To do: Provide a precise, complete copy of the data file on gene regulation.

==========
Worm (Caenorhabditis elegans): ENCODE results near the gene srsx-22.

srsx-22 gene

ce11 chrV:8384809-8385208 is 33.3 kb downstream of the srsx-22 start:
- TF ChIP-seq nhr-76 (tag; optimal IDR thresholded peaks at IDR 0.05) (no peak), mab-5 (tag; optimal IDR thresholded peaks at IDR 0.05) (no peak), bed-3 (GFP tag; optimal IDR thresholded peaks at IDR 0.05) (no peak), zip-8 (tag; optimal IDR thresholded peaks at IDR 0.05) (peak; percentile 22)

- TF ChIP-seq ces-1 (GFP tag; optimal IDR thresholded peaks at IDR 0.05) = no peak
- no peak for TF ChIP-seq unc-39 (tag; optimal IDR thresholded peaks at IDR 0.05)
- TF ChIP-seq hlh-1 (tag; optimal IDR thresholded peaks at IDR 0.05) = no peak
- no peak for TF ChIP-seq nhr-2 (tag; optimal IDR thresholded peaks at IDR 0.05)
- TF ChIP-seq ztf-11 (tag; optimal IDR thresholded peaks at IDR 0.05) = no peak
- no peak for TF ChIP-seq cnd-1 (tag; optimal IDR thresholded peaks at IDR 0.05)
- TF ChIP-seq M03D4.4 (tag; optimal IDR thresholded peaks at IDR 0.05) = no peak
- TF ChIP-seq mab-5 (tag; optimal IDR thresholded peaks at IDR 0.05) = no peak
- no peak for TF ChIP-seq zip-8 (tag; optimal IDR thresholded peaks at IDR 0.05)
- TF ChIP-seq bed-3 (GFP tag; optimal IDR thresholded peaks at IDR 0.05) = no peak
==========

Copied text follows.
Worm (Caenorhabditis elegans): ENCODE results near the gene srsx-22.

srsx-22 gene

ce11 chrV:8384809-8385208 is 33.3 kb downstream of the srsx-22 start:
- TF ChIP-seq nhr-76 (tag; optimal IDR thresholded peaks at IDR 0.05) (no peak), mab-5 (tag; optimal IDR thresholded peaks at IDR 0.05) (no peak), bed-3 (GFP tag; optimal IDR thresholded peaks at IDR 0.05) (no peak), zip-8 (tag; optimal IDR thresholded peaks at IDR 0.05) (peak; percentile 22)

- TF ChIP-seq ces-1 (GFP tag; optimal IDR thresholded peaks at IDR 0.05) = no peak
- no peak for TF ChIP-seq unc-39 (tag; optimal IDR thresholded peaks at IDR 0.05)
- TF ChIP-seq hlh-1 (tag; optimal IDR thresholded peaks at IDR 0.05) = no peak
- no peak for TF ChIP-seq nhr-2 (tag; optimal IDR thresholded peaks at IDR 0.05)
- TF ChIP-seq ztf-11 (tag; optimal IDR thresholded peaks at IDR 0.05) = no peak
- no peak for TF ChIP-seq cnd-1 (tag; optimal IDR thresholded peaks at IDR 0.05)
- TF ChIP-seq M03D4.4 (tag; optimal IDR thresholded peaks at IDR 0.05) = no peak
- TF ChIP-seq mab-5 (tag; optimal IDR thresholded peaks at IDR 0.05) = no peak
- no peak for TF ChIP-seq zip-8 (tag; optimal IDR thresholded peaks at IDR 0.05)
- TF ChIP-seq bed-3 (GFP tag; optimal IDR thresholded peaks at IDR 0.05) = no peak